Thursday, May 25, 2017

How to Say No When Your Child Asks For a Fidget Spinner

…Just muster all your conviction, and say ‘NO’. That’s it.

I’m assuming you are reading this because you know for a fact that your child who’s asking for a fidget spinner does NOT have a medical or developmental issue that would warrant a need to be addressed by said gadget. In other words, your child is developmentally normal. And so is mine, which made it effortless for me to say ‘no’.


Three days ago, I heard the words that I’ve been dreading for the past two months. I honestly thought I was in the clear, but just when I was getting cocky, he blurted, “Mama, can I please have a fidget spinner?” Saying no was not a problem. I didn’t even pause for a second before making it clear to my son that I will not be granting his request. What took longer was explaining to him why I’m saying no.

You absolutely don’t need it. You don’t even fidget, for crying out loud!
I mean, okay, maybe you sometimes tap your fingers, or shake your legs, or move in your chair, touch your hair, scratch your ear or eyes. I don’t care. The point is, your degree of fidgeting is normal and I’ve spoken to every teacher you’ve had in the past 7 years and they can all attest to your ability to stay focused. You have no problem with concentration and you’re actually a remarkably good student with no attention-span or behavior issues. Even if you did have anxiety, stress or ADHD (who, according to the marketers of this fidget spinner, are the ones who can benefit most from this gadget), I believe there are better ways of helping you with your issues than getting you this spinner.

It’s just a fad. And a useless one in my view.
According to the website of the makers of this device, the fidget spinner is a “new office gadget and children's toy to help improve focus and concentration while reducing ADHD and bad habits…(They) believe that the symptoms of ADHD and stress can be reduced with (their) tools to release the nervous energy rather than by taking prescription drugs.

The ‘bad habits’ they refer to are things people do when they’re nervous, stressed out or bored, such as nail biting, gum chewing, or foot-tapping and this fidget toy is supposed to take the place of those bad habits, hence increasing concentration and productivity.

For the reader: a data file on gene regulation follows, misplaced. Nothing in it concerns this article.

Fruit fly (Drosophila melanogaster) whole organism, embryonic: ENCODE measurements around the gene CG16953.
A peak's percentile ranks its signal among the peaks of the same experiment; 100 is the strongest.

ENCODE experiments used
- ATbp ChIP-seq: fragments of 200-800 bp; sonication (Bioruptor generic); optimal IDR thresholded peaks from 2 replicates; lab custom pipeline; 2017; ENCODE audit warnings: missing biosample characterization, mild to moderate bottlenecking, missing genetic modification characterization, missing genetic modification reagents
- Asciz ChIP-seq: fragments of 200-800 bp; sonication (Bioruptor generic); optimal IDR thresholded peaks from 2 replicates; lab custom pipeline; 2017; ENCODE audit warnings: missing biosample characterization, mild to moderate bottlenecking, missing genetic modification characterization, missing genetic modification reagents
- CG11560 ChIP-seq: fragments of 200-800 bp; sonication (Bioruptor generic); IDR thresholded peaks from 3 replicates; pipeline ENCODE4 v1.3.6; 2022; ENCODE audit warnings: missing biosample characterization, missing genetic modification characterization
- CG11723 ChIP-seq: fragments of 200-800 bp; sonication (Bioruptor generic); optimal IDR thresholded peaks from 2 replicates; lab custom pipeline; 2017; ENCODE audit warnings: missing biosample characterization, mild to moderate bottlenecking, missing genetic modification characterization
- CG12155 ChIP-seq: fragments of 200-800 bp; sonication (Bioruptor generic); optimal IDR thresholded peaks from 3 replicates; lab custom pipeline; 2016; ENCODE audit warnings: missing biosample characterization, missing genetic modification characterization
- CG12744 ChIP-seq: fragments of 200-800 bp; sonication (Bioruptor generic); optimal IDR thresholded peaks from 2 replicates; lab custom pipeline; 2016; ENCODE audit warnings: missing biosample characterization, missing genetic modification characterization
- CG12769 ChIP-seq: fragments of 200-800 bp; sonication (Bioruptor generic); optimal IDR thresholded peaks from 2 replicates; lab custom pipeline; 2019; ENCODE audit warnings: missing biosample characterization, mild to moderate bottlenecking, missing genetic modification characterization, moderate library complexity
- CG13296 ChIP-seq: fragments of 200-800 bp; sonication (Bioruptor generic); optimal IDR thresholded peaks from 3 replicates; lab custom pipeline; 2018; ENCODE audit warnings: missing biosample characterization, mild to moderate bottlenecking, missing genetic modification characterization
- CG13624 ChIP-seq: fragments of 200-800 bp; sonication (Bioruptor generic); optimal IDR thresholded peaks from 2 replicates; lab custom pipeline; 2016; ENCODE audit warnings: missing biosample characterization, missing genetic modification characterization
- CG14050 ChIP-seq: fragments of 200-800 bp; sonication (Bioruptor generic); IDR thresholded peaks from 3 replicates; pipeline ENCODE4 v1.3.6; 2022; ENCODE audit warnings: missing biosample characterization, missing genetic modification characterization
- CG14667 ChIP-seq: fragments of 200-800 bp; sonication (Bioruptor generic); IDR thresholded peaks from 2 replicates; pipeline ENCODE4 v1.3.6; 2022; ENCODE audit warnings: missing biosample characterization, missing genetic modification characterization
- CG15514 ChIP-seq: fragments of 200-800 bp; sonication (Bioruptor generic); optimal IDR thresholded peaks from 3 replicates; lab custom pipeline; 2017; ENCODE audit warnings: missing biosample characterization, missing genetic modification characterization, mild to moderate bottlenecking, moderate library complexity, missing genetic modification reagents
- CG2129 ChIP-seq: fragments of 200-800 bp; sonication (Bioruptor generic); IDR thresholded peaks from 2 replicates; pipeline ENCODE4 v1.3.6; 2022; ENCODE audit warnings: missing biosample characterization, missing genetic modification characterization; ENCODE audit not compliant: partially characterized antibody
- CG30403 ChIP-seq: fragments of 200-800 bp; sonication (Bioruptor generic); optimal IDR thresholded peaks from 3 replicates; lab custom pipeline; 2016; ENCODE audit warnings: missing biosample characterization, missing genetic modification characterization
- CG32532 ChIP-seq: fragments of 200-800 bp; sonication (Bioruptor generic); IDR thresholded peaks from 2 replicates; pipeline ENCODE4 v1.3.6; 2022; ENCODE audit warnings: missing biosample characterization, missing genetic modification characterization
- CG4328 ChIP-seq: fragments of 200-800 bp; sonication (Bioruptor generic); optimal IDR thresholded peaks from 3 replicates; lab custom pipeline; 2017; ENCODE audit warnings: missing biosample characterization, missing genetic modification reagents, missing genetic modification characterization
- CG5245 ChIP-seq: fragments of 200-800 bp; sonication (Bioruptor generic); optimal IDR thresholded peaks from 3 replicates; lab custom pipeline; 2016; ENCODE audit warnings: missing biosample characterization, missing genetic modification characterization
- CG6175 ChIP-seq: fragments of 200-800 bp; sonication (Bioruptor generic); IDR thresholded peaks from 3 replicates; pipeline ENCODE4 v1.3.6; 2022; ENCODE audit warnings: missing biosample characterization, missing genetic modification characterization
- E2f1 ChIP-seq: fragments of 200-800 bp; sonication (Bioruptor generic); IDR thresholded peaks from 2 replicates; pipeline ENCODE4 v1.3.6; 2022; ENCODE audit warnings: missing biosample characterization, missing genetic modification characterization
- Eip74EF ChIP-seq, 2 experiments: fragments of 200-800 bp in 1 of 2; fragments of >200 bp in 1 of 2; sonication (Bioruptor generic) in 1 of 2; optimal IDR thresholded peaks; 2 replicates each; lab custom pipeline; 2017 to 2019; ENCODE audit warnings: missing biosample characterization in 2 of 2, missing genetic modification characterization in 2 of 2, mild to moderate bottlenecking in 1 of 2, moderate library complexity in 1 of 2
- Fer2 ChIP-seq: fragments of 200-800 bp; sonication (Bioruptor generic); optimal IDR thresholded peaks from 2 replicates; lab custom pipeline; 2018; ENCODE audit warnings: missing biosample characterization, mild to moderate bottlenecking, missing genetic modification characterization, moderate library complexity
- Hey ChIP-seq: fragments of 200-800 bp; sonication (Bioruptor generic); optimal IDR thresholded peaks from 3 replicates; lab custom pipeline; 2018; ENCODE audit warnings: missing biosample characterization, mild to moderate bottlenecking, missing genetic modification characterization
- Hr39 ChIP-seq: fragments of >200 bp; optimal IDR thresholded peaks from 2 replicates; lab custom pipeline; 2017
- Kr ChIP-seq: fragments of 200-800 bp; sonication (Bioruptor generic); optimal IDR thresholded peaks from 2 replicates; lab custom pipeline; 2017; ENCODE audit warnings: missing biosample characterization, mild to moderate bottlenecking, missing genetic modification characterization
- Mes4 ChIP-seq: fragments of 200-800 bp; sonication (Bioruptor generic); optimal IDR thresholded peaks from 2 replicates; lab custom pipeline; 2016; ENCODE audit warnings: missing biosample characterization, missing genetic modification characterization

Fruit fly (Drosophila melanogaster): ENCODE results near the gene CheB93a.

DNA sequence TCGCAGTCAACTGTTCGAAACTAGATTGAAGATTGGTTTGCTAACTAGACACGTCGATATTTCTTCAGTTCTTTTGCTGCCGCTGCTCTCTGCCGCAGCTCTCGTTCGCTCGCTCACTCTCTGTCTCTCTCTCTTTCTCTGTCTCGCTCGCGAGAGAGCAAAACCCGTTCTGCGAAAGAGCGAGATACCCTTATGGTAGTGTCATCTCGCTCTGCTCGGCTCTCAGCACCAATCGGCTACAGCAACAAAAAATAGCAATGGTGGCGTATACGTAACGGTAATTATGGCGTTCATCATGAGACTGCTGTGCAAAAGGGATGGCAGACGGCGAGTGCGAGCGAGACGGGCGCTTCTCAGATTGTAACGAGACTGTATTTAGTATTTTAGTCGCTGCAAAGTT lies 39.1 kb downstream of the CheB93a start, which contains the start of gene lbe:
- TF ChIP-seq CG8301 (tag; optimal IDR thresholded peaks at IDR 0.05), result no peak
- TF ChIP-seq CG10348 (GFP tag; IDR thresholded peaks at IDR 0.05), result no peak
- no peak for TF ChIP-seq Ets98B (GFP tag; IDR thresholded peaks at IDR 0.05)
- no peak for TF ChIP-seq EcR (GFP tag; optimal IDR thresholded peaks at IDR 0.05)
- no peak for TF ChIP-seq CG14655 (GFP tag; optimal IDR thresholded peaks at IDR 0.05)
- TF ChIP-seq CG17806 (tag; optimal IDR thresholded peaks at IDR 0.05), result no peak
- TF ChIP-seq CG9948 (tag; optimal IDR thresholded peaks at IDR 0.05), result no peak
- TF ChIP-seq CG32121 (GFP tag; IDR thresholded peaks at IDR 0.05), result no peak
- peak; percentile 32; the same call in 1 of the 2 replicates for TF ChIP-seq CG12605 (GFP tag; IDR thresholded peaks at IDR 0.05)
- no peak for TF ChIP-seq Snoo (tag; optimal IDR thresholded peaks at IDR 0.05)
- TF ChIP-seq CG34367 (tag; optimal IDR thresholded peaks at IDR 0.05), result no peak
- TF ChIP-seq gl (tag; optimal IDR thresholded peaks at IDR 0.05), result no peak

Really? Seriously?? This toy is so new and there is no real scientific data that can back up those claims. Have they really measured before and after cases? Any longitudinal studies to date? How many subjects? What variables were isolated? Until I find reliable scientific data regarding their claims, I’m taking them all to be marketing b.s.

If you really want to stop biting your nails or shaking your leg, just stop. Or maybe do what my generation did and spin your pen instead. No toys needed.

Which brings me to this point…

Let’s be honest…It’s a toy!
And you only want it because everyone else seems to have one even though they don’t know why. What’s worse is that some kids think they need it, end up bringing it to school and then getting distracted by it, therefore getting the opposite effect of what it’s marketed for.

It’s a stupid, unnecessary toy, as far as I’m concerned. It spins. Yeah, get a top, I think we already have one. 

You want something that goes around your fingers to keep you occupied?...Yeah, you can play with rubber bands too and create cool shapes! 

You’re stressed?...We have a stress ball for you to squeeze. Or maybe you can just close your eyes and take slow, deep breaths.

This spinner thing is really not that cool and I’m not buying it, literally and figuratively.

*** 
I have nothing against buying toys for my son, as long as we can afford it, he deserves or needs it, and bonus points if I’m a fan of it. But this fidget spinner fad bugs the heck out of me. I don’t want my son to fall into the trap of wanting something just because others have it. I don’t want him to think it’s okay to spend money on something just because it’s cheap or he can afford it. I want him to pause and think about its purpose, why he truly wants something, what he’ll get out of it, and if the gadget or toy truly makes sense.

This one does not. And I don’t like how it hides behind the fa├žade of being developmentally or cognitively beneficial. If children suffer from anxiety, stress, or ADHD, there are a ton of experts who can more effectively help out and can equip these children with practices backed by true science and research. There is no single magic tool, spinning or not, that can address those issues, at least not yet. I don’t care if it’s 99 cents or fifteen dollars. The answer is NO.



Friday, May 19, 2017

Why You Need to Stop Giving a F***

A good friend of mine shared with me this life-changing TED Talk on YouTube. If you haven't seen it yet, I highly suggest you click on the video below. It may just become the most well-spent 15 minutes of your life. 

It's about not giving a—(pardon the word)—f*ck. Most of the time, I find myself saying that in my head: I don't give a f*ck. IDGAF! It's so liberating just to think it. And then the next minute, I start giving a f*ck again. Perhaps it's out of peer pressure, guilt and mainly an overactive superego. But as I get older, I realize how necessary it is to not give a f*uck in preserving my sanity, peace of mind and sense of happiness. 

The speaker / author Sarah Knight gave three main points: 

1. She defines a f*ck as time, energy and money. When we don't GAF about something, that means we don't care about it and therefore won't give it our time, energy and money. 

2. One shouldn't feel sorry about not giving a f*ck. You can be polite about it and not feel awful about your honesty. This of course presumes that you have clearly differentiated between things you want to GAF about and things you don't GAF about. 

3. Each of us needs a F*ck Budget to ensure that we have enough time, energy and money for those things we truly care about. It's obviously unwise to waste your 'fuck bucks' or 'actual bucks' on things you don't care about. 


The Magic of Not Giving a F***